Tuesday, March 24, 2009

Sydney to be home to third superliner

arnival Australia is cashing in on Sydney’s growing demand for cruise holidays, announcing on Monday that a third superliner will call the city home before the end of 2010.

The cruise company said that the 63,500-tonne Pacific Pearl would use Sydney as its home port, joining Carnival Australia’s two other superliners.

Chief Executive Ann Sherry said the decision was based on the buoyancy of Sydney’s cruise market.

“[The market] has so much potential as the entry point for the rest of the country that it makes good sense - both from a business perspective as well as delivering economic value - to base the ship in this city”

However, she expressed concerned that the growth of cruising in Australia would be stunted due to the lack of adequate ports in Sydney – ‘the gateway’ to the country.

“The sight of a third superliner making Sydney its home will be yet another visual reminder to governments that cruising is an industry that should be better supported at a time when the rest of tourism is flat”

Carnival Australia forecasts that cruise shipping will bring in $1 billion in economic benefit for 2009, with the figure in the next three to four years to increase to $3 billion.

Statistics released by the International Cruise Council of Australasia earlier this month showed a 26 per cent hike in the number of Australian cruise passengers for 2008 compared to the previous year.

Youngsters view travel as ‘life experience’

Australians between the ages 18 and 35 believe travelling to new places gives them an advantage with would-be employers, according to results from a new research commissioned by Contiki Holidays.

Contiki’s annual Travel Trends Research this year focussed on the impact of travelling overseas on careers, and included views from over 500 Aussies who participated in compiling the “Skilled Set” with most never having been on a trip with the operator.

“Travel is not just play anymore; it sharpens their skills and broadens their career horizons,” Managing Director Contiki Holidays, Tammy Marshall said.

Almost 97 per cent of those surveyed believed travel gave them additional skills to help their career or life in general, with 76 per cent believing those skills was a better understanding of different customs and cultures. 71 per cent believed they would gain better awareness of world issues.

Meanwhile, 76 per cent thought they would develop people skills whilst on the road, something they viewed as unattainable in the workplace, and 58 per cent said they would gain the ability to budget. 51 per cent said they would develop stronger problem solving/decision making skills.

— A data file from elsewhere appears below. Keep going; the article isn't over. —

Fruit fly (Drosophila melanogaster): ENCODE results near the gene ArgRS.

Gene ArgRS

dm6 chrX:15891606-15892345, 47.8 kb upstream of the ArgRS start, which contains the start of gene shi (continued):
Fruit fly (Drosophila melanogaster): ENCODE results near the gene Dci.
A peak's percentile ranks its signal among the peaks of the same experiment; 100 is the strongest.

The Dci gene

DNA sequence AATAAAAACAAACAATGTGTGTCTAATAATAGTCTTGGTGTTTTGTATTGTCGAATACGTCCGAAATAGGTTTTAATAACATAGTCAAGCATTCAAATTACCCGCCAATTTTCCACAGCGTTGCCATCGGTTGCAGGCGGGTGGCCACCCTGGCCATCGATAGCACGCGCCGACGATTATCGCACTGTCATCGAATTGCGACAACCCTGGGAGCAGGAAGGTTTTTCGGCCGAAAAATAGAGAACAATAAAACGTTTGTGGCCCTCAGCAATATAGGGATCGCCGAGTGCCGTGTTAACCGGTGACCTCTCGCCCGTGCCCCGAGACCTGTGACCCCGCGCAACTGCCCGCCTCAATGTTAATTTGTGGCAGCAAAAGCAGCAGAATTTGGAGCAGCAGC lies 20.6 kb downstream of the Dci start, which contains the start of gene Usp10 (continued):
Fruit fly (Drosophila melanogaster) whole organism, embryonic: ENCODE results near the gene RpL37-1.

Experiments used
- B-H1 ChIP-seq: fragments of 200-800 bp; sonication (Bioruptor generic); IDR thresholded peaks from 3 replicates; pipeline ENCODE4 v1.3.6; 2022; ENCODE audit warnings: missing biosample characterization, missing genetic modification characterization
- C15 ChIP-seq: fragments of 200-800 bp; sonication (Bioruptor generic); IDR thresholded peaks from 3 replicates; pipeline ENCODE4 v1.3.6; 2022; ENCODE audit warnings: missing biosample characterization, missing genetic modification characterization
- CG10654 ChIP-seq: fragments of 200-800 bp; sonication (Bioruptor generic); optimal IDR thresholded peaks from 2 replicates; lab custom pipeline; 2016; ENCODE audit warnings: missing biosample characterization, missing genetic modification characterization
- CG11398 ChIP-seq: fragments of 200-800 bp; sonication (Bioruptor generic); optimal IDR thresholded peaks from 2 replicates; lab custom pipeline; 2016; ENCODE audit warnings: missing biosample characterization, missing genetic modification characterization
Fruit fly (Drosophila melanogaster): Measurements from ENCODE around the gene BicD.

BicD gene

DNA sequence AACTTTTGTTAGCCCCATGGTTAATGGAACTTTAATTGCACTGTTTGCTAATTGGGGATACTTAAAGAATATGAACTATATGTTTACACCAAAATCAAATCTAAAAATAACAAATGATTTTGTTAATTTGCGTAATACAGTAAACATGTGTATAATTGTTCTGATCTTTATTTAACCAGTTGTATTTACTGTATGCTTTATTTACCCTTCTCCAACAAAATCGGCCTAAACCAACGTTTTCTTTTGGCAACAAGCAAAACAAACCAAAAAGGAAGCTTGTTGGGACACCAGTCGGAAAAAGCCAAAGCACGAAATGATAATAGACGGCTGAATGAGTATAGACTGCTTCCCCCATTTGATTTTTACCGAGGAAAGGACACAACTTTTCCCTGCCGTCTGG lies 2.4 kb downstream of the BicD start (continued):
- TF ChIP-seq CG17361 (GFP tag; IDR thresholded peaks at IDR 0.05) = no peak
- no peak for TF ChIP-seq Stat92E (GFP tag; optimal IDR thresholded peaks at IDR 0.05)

“The research revealed career prospects and the strong connections with that and where they go as well as where they’ve been,” Ms Marshall said.

Developing skills to better deal with different personalities in the workplace also ranked highly with 63 per cent believing travel helped sharpen skills, while over half (55 per cent) believed it helps make them a better employee.

“The positive response 18 to 35s have toward taking holidays in relation to their professional and personal lives indicate the days where young people had to make a choice between scaling the glove or climbing the career ladder are long gone. Today’s generation believe it is an essential part of both their professional and personal development,” Ms Marshall said.

Research also showed 1.7 million 18 to 35 year old Australians have a desire and intend to travel in the next three to four years, with 1.1 million currently saving to travel.

The new Italian star rating standards

One-star hotels: reception must be open at least 12 hours a day; cleaning of rooms at least once a day; minimum size of double rooms 14 square meters; change of sheets once a week.

Two-star hotels: must have an elevator; change of sheets at least twice a week.

Three-star hotels: must have a bar service, receptionists must speak at least one foreign language; the reception must be open at least 16 hours a day; personnel must wear a uniform; each room must have internet services and private bath.

Four-star hotels: in addition to daily cleaning, the room must be re-set in the afternoon and sheet and towels must be changed daily; must offer laundry services to clients; must have parking for at least 50% of the rooms; double rooms of at least 15 square meters and bathroom of at least 4 square meters.

Five-star hotels: reception must be open 24 hours a day and must offer at least 3 foreign language capabilities; single rooms must be of at least 9 square meters and double of at least 16 square meters.